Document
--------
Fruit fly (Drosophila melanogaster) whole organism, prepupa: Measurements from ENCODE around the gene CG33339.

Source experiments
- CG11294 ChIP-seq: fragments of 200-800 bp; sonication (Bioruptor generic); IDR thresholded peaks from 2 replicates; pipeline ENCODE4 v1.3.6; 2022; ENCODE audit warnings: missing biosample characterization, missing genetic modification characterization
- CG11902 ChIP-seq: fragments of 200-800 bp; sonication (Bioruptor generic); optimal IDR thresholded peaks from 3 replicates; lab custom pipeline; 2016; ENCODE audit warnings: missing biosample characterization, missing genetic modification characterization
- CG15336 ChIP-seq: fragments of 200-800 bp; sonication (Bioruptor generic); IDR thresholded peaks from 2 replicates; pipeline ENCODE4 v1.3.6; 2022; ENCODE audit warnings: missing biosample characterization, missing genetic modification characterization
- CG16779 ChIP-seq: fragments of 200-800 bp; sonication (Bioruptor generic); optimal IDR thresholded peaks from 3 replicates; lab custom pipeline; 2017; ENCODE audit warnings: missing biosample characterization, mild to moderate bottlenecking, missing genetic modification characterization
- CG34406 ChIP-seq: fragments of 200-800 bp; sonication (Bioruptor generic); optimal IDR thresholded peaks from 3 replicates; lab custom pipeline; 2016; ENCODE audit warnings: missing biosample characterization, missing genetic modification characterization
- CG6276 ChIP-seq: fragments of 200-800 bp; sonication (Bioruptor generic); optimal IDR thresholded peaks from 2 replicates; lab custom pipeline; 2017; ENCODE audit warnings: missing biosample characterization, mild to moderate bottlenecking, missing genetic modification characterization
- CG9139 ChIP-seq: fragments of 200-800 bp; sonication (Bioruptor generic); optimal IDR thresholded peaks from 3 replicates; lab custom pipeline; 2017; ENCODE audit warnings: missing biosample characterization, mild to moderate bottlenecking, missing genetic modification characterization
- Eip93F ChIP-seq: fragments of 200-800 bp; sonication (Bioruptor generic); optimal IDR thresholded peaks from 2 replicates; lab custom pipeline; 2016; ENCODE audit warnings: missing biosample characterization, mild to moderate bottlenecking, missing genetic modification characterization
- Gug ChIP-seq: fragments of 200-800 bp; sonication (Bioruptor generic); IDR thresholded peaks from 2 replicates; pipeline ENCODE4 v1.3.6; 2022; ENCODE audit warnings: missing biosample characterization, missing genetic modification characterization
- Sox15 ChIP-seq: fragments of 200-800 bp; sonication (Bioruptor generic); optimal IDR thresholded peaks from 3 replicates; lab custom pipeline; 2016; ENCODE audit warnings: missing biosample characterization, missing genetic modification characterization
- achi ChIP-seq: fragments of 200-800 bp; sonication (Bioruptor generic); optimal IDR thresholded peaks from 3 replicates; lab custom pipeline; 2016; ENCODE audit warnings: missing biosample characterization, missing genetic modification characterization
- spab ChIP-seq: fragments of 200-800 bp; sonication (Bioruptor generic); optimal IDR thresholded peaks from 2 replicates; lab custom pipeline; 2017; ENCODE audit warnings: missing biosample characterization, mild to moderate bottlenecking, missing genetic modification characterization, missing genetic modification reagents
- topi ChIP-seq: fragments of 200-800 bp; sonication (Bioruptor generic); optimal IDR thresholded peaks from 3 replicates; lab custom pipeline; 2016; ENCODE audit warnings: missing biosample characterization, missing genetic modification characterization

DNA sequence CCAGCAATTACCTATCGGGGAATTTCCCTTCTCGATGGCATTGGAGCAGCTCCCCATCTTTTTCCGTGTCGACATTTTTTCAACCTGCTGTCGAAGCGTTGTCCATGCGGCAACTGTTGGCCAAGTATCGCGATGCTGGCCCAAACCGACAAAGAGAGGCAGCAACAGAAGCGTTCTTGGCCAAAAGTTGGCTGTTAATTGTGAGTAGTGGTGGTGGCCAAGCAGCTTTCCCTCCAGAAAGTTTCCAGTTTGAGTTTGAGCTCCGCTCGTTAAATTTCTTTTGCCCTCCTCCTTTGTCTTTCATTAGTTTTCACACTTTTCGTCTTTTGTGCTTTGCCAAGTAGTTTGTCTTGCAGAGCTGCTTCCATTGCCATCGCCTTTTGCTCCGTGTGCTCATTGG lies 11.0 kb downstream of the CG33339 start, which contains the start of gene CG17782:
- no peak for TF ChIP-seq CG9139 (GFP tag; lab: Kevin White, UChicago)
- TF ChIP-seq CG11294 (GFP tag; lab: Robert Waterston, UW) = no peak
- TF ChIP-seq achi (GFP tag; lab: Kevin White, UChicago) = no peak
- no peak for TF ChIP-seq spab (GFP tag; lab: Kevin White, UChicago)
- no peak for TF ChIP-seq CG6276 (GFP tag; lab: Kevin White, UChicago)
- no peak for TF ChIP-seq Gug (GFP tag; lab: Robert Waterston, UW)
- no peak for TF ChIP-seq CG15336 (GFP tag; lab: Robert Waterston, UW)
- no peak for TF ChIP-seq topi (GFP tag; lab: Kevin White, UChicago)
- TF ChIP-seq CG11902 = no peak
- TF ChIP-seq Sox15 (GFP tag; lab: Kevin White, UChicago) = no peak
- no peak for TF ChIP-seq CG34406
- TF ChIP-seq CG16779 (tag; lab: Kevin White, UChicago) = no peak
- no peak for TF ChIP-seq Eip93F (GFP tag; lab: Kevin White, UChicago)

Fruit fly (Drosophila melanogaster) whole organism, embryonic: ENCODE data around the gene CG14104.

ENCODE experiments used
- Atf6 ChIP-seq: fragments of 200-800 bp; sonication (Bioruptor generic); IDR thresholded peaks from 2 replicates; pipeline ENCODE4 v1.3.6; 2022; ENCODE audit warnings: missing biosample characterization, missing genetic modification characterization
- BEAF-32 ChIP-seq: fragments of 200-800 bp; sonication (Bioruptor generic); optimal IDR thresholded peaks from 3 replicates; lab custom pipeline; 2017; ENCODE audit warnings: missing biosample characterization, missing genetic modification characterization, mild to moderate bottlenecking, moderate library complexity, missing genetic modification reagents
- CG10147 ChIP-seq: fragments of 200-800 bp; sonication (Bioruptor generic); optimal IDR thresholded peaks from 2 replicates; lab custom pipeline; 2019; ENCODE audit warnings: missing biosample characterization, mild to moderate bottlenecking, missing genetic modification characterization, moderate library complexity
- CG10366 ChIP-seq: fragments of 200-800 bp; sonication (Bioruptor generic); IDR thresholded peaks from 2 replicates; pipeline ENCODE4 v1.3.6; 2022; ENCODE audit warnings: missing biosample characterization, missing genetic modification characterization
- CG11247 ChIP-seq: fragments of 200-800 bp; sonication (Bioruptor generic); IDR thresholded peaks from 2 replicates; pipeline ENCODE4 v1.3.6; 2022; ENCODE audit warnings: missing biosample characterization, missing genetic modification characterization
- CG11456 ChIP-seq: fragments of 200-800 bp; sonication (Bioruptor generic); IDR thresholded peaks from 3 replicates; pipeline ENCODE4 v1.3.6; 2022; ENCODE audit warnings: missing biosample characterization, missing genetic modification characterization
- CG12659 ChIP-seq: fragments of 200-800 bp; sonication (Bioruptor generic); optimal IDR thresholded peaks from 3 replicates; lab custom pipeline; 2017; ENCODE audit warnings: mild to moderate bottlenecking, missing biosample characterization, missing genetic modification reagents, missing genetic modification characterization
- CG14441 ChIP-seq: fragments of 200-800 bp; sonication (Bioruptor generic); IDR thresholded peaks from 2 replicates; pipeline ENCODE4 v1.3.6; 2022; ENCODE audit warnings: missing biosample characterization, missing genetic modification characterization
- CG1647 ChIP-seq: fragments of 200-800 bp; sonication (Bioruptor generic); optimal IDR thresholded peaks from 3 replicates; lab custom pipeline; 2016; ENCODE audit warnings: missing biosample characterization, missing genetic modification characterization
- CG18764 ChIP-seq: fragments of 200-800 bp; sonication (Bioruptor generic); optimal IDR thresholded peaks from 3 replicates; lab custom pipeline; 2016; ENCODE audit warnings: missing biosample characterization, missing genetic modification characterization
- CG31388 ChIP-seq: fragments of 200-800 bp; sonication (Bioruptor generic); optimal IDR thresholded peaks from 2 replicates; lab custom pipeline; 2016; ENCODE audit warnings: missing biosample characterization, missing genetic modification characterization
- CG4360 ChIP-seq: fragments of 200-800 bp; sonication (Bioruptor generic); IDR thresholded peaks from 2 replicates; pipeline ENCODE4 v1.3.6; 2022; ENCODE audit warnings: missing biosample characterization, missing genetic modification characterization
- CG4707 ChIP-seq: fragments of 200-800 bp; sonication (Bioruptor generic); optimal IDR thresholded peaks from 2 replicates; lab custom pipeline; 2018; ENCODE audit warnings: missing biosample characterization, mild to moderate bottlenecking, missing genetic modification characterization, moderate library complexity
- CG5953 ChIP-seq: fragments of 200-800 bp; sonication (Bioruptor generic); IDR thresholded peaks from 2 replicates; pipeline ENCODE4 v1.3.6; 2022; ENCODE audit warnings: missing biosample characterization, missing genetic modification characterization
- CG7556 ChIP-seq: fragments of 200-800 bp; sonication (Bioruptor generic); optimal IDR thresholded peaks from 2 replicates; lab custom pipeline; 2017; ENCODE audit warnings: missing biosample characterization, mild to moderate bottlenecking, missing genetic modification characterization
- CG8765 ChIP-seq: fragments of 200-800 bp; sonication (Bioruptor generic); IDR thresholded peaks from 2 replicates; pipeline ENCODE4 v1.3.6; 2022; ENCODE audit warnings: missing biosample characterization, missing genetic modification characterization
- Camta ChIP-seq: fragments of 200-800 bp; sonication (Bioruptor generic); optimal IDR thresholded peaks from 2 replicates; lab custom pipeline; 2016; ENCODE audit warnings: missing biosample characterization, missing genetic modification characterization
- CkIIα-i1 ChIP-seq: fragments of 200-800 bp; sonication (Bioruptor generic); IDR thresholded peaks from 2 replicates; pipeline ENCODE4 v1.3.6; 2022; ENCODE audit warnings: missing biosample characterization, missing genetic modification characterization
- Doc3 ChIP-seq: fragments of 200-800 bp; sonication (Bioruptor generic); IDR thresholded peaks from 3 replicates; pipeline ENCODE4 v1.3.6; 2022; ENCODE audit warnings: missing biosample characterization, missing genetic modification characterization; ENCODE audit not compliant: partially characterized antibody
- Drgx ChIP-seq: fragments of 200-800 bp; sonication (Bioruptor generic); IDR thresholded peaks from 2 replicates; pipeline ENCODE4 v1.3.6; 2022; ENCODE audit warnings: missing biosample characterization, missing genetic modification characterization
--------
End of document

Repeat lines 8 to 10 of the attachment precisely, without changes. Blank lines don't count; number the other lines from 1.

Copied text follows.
- CG6276 ChIP-seq: fragments of 200-800 bp; sonication (Bioruptor generic); optimal IDR thresholded peaks from 2 replicates; lab custom pipeline; 2017; ENCODE audit warnings: missing biosample characterization, mild to moderate bottlenecking, missing genetic modification characterization
- CG9139 ChIP-seq: fragments of 200-800 bp; sonication (Bioruptor generic); optimal IDR thresholded peaks from 3 replicates; lab custom pipeline; 2017; ENCODE audit warnings: missing biosample characterization, mild to moderate bottlenecking, missing genetic modification characterization
- Eip93F ChIP-seq: fragments of 200-800 bp; sonication (Bioruptor generic); optimal IDR thresholded peaks from 2 replicates; lab custom pipeline; 2016; ENCODE audit warnings: missing biosample characterization, mild to moderate bottlenecking, missing genetic modification characterization